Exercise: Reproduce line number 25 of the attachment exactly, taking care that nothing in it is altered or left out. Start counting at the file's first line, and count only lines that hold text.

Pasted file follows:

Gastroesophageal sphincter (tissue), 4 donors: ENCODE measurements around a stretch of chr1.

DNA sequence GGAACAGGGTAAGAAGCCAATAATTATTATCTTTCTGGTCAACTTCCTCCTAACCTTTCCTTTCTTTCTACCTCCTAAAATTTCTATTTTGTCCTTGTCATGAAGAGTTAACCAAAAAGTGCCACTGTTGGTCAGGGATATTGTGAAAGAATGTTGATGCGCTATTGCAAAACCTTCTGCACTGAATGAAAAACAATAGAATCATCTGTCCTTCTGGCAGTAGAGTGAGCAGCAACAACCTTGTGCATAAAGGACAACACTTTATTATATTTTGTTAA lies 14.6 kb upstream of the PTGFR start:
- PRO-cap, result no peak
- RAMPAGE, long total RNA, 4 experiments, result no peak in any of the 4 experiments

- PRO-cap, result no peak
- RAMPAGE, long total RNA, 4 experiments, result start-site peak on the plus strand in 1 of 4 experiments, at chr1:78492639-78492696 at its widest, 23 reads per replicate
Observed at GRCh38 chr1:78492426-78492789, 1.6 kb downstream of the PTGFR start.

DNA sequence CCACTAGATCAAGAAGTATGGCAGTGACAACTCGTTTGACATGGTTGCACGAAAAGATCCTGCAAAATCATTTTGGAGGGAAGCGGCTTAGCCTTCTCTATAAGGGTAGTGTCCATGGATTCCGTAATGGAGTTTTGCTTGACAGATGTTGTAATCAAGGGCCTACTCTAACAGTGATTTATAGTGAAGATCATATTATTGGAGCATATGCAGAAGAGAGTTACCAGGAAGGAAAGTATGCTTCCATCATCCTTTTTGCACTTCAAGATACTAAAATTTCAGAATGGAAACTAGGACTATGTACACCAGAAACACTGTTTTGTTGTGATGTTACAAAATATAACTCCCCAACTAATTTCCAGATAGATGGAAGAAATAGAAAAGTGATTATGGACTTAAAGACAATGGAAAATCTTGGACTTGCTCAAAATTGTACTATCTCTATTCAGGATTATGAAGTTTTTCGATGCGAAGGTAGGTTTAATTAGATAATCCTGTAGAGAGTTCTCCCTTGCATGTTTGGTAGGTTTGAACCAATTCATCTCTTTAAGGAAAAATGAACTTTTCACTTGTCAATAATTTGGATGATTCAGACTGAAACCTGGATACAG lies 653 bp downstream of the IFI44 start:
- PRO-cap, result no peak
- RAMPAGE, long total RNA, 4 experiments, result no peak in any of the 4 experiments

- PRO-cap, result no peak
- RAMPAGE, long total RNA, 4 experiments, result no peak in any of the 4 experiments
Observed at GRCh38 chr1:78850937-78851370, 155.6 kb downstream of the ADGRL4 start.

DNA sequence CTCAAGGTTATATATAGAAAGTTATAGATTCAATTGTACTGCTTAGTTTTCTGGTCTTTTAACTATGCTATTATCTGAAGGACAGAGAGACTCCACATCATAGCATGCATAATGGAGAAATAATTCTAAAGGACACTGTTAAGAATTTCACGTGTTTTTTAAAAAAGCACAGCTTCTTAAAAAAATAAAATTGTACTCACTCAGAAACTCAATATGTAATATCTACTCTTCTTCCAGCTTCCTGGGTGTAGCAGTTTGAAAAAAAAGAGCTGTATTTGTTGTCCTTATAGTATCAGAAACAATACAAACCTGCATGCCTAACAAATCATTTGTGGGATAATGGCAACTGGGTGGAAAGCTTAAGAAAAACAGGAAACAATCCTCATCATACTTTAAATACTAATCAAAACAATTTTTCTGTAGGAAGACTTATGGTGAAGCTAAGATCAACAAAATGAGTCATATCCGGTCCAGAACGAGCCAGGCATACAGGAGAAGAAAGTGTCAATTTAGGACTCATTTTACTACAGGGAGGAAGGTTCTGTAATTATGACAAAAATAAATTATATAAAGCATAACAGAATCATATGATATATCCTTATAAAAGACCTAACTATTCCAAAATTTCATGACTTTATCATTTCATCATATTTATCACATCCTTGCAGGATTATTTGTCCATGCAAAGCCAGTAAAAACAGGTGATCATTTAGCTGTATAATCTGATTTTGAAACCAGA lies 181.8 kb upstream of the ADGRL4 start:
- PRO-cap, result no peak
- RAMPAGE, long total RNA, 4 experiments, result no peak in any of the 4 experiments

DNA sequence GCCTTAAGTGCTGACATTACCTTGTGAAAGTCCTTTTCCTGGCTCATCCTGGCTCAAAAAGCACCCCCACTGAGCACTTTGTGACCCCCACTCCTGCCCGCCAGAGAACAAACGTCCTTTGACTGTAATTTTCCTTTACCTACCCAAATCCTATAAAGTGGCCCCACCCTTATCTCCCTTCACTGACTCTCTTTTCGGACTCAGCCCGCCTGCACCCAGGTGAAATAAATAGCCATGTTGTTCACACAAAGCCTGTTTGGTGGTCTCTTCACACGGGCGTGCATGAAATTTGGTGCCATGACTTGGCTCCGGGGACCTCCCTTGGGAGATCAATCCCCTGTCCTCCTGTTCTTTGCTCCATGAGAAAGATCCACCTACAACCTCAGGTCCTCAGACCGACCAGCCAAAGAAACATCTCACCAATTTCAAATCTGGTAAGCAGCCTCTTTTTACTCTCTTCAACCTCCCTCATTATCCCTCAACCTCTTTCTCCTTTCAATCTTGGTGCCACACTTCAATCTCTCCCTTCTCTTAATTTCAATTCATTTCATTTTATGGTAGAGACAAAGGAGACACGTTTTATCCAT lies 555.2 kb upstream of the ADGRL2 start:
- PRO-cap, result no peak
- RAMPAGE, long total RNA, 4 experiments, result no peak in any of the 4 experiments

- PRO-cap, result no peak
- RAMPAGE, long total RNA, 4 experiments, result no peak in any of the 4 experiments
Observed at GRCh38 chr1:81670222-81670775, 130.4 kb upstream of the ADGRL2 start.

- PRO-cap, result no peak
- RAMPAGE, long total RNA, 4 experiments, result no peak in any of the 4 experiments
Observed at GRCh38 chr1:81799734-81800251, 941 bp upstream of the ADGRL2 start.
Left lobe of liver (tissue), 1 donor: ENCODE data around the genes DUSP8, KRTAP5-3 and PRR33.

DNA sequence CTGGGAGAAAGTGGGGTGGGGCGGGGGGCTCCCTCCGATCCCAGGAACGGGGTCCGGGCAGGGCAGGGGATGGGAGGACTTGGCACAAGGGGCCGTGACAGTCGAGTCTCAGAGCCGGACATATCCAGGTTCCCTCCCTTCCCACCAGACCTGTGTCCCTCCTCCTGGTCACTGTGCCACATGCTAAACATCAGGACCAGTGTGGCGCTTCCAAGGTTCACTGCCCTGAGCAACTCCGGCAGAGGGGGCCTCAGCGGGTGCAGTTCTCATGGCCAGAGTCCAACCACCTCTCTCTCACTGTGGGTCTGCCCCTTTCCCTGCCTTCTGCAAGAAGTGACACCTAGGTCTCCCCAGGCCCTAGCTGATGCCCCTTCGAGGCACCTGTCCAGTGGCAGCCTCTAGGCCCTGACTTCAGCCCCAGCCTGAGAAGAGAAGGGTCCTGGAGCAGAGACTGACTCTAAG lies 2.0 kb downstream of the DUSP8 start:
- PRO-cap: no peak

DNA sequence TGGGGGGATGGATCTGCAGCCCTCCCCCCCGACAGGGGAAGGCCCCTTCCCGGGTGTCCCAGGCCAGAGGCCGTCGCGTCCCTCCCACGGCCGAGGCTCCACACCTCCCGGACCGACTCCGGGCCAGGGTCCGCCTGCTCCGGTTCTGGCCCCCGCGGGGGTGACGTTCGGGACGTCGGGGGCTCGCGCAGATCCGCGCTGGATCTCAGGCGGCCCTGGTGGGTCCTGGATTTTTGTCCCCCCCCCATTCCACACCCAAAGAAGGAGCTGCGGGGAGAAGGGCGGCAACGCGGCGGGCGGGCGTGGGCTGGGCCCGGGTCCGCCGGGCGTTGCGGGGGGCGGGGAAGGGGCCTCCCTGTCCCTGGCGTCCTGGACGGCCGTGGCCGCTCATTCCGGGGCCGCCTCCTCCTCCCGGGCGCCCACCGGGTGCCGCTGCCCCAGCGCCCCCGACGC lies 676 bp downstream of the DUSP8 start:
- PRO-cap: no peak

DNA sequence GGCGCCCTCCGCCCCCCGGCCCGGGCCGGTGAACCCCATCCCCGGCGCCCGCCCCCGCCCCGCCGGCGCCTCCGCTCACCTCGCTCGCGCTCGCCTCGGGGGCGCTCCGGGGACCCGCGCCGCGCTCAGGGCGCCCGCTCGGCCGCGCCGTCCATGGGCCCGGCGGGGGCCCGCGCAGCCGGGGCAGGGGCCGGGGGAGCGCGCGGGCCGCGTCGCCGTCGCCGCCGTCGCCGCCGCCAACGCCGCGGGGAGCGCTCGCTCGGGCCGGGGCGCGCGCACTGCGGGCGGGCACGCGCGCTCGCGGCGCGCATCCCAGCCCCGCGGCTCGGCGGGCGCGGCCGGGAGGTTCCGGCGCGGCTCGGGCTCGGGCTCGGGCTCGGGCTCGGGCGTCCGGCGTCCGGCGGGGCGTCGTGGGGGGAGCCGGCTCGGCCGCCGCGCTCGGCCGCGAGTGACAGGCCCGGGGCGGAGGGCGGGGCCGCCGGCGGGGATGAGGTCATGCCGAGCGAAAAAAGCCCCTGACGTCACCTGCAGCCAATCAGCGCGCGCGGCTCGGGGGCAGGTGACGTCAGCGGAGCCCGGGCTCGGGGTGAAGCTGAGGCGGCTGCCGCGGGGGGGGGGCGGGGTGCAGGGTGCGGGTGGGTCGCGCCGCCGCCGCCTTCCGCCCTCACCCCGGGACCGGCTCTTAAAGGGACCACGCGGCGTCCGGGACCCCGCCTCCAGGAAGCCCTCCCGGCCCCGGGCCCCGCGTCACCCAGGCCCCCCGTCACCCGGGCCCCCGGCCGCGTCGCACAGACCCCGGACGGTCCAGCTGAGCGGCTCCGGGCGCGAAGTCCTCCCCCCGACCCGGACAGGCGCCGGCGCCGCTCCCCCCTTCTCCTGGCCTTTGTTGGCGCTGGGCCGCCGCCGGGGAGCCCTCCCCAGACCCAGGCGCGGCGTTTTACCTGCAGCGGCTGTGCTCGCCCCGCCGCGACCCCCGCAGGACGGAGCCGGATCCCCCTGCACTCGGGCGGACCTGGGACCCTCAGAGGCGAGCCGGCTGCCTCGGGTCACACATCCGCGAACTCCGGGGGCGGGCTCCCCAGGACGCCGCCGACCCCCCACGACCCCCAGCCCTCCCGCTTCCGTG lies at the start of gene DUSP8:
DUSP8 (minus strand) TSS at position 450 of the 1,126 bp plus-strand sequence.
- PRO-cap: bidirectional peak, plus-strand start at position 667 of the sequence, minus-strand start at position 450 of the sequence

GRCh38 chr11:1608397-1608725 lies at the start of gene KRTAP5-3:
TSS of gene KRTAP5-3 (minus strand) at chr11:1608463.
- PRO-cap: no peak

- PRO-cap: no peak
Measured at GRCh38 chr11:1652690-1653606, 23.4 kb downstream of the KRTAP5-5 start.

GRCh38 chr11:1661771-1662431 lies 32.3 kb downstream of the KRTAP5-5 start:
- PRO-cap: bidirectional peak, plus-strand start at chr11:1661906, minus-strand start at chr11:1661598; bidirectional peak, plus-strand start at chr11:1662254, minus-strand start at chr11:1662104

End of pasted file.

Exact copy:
Observed at GRCh38 chr1:81799734-81800251, 941 bp upstream of the ADGRL2 start.